Market breadth indicators tell us how many stocks are taking part in the market
Although the youngest S&P 500 Index (SPX) withdraw was less than 3%, the market breadth suffered a significant slump in the last few days of trading. Market breadth indicators are good for telling us how many stocks are participating in recent market moves. The graph below shows the S&P 500 along with the percentage of S&P 500 stocks that are above their 50- and 200-day moving averages. Although the index was held above its 50-day moving average, only about 35% of stocks were above that level. Instinctively, this seems like a warning for the future of stocks. In the analysis below, I can see if the numbers suggest the same thing.
When the width decreases
Using observations from the graph above, I’ll look at similar cases in the past to see how the S&P 500 has performed in the future.
First, I noticed that the percentage of stocks above their 200-day moving average fell below 80% for the first time in several months. The following table summarizes six events since 2000 where the percentage was above 80% for at least three months before it was below. For comparison, the second table below shows the index’s returns since 2000. It’s not a lot of data points, but it doesn’t indicate impending doom. Three months later, the S&P 500 achieved an average return of 3.71%, with five out of six generating positive returns. The only negative return came in mid-2011 when the S&P 500 fell over 7% over the next three months.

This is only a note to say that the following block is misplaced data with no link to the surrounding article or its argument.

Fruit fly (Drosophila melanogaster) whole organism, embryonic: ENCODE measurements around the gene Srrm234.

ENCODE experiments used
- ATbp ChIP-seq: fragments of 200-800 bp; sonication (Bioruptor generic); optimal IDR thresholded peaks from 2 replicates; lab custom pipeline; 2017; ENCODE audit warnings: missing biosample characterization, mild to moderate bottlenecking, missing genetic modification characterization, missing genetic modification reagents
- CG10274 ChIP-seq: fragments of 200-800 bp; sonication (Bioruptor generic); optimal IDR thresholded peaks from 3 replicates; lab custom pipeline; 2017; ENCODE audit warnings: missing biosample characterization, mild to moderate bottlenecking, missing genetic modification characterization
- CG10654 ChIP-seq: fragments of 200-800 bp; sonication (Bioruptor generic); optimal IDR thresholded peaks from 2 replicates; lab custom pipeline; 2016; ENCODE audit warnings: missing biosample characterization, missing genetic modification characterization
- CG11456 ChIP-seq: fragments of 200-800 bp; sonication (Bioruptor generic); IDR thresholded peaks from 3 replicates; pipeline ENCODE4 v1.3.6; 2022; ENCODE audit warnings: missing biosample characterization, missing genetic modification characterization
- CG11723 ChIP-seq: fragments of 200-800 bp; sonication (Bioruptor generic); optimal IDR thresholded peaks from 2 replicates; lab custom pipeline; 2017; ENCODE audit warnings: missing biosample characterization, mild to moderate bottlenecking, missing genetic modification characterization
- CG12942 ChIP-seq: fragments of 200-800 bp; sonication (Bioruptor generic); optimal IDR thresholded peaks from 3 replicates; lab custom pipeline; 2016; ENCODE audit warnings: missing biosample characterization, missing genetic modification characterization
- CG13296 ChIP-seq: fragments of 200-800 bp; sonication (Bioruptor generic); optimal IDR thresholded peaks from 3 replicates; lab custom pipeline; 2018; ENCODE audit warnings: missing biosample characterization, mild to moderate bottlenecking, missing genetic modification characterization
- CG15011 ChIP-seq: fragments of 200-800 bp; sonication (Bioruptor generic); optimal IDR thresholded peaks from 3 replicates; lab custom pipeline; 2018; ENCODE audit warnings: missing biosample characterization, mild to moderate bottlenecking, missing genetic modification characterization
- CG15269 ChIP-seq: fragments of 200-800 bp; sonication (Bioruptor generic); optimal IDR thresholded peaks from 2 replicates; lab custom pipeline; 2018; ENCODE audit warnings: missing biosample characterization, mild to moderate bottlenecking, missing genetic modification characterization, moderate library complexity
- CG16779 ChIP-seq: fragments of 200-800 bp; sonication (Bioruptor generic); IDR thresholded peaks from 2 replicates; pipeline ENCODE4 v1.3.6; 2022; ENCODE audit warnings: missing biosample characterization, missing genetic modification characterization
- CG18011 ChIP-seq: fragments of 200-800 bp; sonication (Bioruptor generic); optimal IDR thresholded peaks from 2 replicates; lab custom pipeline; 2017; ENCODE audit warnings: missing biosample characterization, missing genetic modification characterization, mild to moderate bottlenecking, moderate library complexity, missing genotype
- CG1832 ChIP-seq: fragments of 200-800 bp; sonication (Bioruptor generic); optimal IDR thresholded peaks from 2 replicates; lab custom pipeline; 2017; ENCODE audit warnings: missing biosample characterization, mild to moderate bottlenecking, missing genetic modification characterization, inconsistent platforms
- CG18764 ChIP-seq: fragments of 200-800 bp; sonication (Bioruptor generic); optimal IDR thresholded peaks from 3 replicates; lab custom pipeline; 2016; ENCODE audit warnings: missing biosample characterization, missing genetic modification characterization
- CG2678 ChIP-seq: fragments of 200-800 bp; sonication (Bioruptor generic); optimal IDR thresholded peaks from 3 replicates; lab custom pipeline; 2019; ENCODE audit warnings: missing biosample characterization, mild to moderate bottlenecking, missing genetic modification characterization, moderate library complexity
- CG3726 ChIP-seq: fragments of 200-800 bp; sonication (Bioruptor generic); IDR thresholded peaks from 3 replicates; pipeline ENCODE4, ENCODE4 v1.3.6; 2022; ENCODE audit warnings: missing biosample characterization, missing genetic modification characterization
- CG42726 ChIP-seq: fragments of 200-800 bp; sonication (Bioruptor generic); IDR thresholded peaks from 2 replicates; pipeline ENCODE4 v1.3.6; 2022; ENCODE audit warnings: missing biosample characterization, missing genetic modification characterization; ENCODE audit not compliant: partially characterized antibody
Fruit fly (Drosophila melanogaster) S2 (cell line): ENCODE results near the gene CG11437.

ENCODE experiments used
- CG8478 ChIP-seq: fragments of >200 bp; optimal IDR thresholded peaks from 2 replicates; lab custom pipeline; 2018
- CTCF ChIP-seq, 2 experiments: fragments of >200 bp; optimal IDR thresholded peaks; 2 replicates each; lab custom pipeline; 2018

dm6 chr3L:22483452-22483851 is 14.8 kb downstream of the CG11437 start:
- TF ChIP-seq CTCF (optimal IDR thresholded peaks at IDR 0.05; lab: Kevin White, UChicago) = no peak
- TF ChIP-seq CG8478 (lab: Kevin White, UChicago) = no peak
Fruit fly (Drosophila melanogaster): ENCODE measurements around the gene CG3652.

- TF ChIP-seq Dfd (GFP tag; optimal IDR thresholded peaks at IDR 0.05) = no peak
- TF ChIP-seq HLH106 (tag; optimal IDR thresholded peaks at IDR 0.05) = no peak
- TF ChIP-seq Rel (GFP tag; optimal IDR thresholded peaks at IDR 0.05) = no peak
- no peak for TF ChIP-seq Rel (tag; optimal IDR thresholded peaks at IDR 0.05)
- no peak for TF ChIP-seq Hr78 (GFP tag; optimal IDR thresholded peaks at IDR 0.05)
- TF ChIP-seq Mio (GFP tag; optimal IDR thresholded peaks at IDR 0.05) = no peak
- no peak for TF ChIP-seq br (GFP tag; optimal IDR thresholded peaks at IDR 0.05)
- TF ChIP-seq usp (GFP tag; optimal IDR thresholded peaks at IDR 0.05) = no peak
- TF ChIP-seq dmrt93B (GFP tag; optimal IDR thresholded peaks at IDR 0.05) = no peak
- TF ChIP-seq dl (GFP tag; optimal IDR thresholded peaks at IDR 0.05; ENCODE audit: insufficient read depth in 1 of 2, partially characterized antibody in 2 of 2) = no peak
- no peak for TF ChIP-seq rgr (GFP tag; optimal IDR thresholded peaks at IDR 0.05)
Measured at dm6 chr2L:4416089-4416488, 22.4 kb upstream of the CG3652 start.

If you look at the percentage of stocks above their 50-day moving average, a large portion has fallen below that level. The table below shows how the S&P 500 has performed going forward after the percentage of stocks above the 50-day moving average fell below 40% for the first time in at least three months. This gives us more signals showing that index returns after these events are bullish compared to typical returns. Each two week to six month timeframe listed below has a higher average return and percentage compared to typical index returns.
I mentioned earlier that the S&P 500 index was above its 50-day moving average, although a significant proportion of stocks were below it. So I took the returns in the table above and only considered the signals that occurred when the S&P 500 was no more than 2% below its 50-day moving average. In other words, the index held up well compared to the number of stocks that didn’t reach this level. The results are even more bullish than before. Three months after these signals, the S&P 500 achieved an average return of 3.69%, with 75% of the returns being positive. Six months after the signals, the index averaged an impressive return of 9.38%, with all 12 returns being positive.
In conclusion, decreasing width may seem like a warning on stocks, but based on the method above, this is a buying opportunity.